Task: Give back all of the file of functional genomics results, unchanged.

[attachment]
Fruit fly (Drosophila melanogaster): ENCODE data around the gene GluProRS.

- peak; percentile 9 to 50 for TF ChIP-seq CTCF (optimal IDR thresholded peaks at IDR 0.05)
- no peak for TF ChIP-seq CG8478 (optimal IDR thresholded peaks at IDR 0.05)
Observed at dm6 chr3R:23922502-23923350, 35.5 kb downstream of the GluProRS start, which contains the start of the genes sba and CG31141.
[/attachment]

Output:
Fruit fly (Drosophila melanogaster): ENCODE data around the gene GluProRS.

- peak; percentile 9 to 50 for TF ChIP-seq CTCF (optimal IDR thresholded peaks at IDR 0.05)
- no peak for TF ChIP-seq CG8478 (optimal IDR thresholded peaks at IDR 0.05)
Observed at dm6 chr3R:23922502-23923350, 35.5 kb downstream of the GluProRS start, which contains the start of the genes sba and CG31141.